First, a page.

Last Tuesday I posted an open letter to American churches, describing what I see as the looming crisis facing Christian colleges like Bethel University and suggesting that one important facet of any lasting solution would be a renewed commitments by churches and denominations to financially support such institutions of higher learning.
As I hinted in my Saturday links post, the response to this letter was nothing short of astonishing. In its first day alone, it drew almost six times as many views as the previous record-holder — and the momentum didn’t die down all that much as the week continues. By Friday, several thousand people had read the letter here at the blog, and the editors of Bethel’s student newspaper were kind enough to reprint it on Friday, while several hundred prospective students and their parents were visiting campus. And I know that it’s already been circulated on the faculty listserv of at least one other Christian college, so who knows how the readership will spread from there.
I’m grateful for those who took the time to read it, and for the many who commented at the blog, on Facebook or Twitter, via e-mail, or in person. Whether you agree or disagree with my analysis and recommendations, please keep the conversation going!
Because it was occasioned by pending announcements of cuts to Bethel’s faculty, some of you are probably wondering how those went down. My own department came through it unscathed, but several programs in the day college, adult/graduate program, and seminary were eliminated. I’m not sure how much has been made known beyond the community and don’t especially want to get into that level of detail until it’s clearly a matter of public record. (Update: here’s an article on the results of the prioritization and review process from the Clarion.)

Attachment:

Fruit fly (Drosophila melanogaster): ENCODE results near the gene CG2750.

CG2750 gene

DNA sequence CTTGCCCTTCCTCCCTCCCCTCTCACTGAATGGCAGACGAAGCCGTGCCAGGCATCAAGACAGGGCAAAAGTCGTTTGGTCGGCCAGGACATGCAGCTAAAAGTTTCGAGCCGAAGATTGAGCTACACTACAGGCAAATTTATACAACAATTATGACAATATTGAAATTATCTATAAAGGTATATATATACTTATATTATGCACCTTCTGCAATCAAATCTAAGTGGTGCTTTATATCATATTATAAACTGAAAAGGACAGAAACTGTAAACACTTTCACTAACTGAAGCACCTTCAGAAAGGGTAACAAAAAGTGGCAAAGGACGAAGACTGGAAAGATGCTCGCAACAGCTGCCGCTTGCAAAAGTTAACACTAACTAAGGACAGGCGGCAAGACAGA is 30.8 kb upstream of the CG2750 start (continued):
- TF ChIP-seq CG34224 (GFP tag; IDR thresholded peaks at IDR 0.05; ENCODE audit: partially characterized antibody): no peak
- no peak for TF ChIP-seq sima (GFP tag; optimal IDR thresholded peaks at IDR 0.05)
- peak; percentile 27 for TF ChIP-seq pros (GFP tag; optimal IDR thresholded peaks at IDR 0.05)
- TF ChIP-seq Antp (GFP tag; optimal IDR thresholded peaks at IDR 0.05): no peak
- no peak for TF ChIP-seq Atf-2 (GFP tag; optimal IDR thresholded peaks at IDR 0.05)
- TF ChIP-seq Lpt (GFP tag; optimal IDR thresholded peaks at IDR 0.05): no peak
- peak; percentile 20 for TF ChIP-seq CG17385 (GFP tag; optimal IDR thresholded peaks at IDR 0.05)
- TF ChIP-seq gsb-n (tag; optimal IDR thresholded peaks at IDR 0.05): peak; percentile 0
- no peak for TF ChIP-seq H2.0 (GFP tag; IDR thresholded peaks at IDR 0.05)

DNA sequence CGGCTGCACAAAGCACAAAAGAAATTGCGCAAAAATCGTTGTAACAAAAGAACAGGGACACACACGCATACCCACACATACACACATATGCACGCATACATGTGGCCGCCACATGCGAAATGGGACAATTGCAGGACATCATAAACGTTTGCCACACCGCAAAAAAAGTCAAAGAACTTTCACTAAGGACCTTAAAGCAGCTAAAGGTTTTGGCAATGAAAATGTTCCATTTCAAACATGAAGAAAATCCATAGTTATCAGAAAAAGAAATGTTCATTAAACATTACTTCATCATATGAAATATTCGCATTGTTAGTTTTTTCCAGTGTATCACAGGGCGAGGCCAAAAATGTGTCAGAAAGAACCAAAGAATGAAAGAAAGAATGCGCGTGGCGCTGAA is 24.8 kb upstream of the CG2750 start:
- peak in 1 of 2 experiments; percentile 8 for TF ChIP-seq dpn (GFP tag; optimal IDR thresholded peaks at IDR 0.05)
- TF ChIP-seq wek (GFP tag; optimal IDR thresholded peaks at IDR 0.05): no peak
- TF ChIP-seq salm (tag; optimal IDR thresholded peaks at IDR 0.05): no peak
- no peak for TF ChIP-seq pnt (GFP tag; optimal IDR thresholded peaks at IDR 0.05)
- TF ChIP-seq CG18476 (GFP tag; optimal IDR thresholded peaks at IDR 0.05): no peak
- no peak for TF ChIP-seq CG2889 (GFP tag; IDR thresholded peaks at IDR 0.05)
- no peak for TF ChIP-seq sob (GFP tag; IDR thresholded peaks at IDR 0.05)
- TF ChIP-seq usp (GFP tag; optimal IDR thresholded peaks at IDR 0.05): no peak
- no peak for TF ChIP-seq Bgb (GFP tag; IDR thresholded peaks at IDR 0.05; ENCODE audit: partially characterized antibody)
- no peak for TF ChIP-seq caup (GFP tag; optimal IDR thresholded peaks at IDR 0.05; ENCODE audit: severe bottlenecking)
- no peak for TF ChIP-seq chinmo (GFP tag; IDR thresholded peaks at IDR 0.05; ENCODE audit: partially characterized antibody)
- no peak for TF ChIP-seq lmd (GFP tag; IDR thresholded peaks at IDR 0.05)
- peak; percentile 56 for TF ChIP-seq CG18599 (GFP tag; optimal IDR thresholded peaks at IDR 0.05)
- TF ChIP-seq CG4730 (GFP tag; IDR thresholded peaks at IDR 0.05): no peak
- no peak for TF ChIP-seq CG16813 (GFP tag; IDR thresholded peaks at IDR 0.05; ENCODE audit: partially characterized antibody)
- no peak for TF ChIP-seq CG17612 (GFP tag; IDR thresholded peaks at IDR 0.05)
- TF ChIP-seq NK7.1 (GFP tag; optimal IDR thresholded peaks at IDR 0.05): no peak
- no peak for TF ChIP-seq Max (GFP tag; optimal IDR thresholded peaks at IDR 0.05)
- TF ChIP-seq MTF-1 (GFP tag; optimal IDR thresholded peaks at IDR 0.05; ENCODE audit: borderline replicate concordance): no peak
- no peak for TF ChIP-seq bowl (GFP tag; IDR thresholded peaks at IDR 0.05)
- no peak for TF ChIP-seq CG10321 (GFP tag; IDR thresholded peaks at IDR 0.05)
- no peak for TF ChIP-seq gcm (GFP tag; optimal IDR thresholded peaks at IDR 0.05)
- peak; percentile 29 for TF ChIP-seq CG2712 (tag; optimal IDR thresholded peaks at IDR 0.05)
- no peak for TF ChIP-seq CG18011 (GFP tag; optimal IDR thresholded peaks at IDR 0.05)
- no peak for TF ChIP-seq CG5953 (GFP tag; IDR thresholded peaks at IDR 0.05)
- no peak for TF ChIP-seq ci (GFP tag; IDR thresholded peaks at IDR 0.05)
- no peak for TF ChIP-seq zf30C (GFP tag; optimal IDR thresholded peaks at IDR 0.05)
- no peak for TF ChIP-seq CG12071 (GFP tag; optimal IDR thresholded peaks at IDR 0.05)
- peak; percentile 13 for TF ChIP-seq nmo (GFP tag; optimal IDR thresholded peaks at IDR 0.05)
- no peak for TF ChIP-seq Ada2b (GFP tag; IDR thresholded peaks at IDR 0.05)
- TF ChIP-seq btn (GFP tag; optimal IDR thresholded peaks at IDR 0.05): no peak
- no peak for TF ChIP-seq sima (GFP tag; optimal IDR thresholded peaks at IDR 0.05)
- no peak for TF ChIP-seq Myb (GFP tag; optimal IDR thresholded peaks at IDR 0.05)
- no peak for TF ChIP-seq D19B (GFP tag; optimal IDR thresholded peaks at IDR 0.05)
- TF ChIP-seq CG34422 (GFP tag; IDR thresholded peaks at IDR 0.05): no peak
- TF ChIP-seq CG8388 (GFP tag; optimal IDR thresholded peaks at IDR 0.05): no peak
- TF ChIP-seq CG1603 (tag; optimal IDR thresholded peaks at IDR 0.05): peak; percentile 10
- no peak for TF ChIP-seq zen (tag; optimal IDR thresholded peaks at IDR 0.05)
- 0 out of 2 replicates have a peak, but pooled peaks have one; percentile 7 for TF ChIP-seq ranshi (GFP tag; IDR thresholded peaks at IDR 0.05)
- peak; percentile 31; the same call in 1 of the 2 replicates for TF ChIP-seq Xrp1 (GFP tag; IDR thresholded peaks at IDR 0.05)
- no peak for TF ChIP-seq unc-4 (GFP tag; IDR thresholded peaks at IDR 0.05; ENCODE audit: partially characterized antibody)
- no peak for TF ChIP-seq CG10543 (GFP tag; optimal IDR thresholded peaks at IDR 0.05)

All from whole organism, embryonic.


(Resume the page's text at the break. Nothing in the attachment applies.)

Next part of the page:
But I will say that I appreciate the hard work done by the administrators and faculty who reviewed our College of Arts and Sciences. As much as possible, they seem to have found savings that reduced the number of faculty reductions required.
Long story short: it could have been far worse. (Though I suspect that we’ll see the college faculty continue to shrink by attrition; e.g., we’ve been unable to make a full-time hire to succeed our long-serving ancient/medieval historian after he retired last year.)
In any case, as I wrote in the original letter, what troubled me was not simply this bout of layoffs (more to come, with additional staff reductions looming the remainder of the fall), but that it’s hard to know that the cuts will be sufficient to ensure longer-term health. Grateful as I am that more of my colleagues didn’t lose their jobs, I stand by the analysis and conclusions offered last Tuesday.
However, I did want to respond to some of the excellent points raised by commenters: namely, those clustering around the argument that the fault for declining financial support lies at least as much with Christian colleges as with the churches. So later this week (and perhaps into next) I want to address three specific questions:
- Are Christian colleges (or, more specifically, their students and faculty) too detached from churches?
- Are Christian colleges poor financial stewards of the monies contributed by churches and denominations?
- Are Christian colleges, in effect, poor spiritual stewards of the students sent their way by churches and denominations? (e.g., do those colleges deviate from their churches’
If you’d like to register your opinion on any or all of those questions before I start writing my responses, the Comments section is open below.
In any event, thank you again for reading and sharing a letter that was meant to start, not end, a much-needed conversation!